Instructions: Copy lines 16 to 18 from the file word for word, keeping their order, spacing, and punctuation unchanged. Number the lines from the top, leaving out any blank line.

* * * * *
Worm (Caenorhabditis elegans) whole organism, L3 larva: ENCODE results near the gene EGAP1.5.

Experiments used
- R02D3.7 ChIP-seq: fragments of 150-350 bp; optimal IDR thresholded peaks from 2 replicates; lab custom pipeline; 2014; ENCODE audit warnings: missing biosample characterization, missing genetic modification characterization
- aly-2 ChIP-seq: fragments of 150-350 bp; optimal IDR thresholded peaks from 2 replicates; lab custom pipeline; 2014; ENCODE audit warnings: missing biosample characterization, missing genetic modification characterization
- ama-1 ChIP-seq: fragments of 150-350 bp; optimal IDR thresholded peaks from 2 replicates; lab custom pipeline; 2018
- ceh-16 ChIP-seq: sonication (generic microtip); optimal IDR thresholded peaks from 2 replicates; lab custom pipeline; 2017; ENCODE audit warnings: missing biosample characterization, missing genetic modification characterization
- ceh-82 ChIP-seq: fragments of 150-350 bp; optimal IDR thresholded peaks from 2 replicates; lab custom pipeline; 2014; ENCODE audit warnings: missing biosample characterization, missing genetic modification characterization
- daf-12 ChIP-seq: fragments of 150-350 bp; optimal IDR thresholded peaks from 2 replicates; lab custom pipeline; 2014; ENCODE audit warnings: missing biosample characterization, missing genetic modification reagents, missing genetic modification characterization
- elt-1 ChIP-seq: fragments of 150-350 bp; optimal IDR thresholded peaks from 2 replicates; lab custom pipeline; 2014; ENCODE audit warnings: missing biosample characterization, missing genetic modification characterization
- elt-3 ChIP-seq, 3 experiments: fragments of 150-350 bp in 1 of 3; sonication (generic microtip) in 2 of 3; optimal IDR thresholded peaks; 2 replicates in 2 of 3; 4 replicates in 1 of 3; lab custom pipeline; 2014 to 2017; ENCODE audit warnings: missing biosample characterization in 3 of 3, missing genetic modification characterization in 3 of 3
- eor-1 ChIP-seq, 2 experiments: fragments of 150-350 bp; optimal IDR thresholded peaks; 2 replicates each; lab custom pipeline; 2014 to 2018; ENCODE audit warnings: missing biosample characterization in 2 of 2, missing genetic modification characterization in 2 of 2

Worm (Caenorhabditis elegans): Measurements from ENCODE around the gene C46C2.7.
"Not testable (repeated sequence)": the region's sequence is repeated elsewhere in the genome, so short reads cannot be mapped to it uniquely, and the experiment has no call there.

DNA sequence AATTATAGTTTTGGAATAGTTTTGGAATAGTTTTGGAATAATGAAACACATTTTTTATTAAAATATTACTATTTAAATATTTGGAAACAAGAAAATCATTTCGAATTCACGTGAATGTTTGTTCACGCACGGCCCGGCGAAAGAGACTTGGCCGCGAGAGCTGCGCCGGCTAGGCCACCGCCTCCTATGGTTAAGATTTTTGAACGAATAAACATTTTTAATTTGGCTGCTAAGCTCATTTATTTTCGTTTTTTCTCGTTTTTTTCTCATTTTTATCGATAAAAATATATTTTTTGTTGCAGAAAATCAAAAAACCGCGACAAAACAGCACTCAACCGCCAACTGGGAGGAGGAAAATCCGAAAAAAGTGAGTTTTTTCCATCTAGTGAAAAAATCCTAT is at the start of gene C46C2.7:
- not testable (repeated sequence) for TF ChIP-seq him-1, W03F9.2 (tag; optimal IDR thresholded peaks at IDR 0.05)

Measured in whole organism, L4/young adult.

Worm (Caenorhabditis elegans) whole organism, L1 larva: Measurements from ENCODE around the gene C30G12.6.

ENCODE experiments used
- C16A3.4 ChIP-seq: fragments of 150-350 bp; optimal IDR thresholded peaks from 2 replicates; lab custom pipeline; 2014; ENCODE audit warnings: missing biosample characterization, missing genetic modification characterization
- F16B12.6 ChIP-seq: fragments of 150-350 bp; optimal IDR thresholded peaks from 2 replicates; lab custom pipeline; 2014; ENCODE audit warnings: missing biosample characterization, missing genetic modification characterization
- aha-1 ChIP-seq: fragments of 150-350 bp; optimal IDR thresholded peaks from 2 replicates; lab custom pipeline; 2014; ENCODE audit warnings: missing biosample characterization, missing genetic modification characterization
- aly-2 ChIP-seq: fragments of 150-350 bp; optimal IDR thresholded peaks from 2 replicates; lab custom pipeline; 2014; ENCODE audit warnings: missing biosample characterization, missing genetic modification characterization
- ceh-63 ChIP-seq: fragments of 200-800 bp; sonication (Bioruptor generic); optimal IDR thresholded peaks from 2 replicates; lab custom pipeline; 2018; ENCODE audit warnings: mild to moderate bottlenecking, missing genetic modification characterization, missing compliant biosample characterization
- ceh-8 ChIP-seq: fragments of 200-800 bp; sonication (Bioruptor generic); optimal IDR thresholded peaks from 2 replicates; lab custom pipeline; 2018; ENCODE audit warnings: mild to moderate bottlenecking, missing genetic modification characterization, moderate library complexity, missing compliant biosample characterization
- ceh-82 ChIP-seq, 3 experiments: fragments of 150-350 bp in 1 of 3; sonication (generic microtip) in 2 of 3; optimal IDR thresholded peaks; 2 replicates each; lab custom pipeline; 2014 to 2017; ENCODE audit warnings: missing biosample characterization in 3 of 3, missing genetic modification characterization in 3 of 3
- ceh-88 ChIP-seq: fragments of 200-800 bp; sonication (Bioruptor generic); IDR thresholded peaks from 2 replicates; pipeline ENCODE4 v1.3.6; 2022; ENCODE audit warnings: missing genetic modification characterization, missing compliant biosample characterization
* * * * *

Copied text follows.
Measured in whole organism, L4/young adult.

Worm (Caenorhabditis elegans) whole organism, L1 larva: Measurements from ENCODE around the gene C30G12.6.

ENCODE experiments used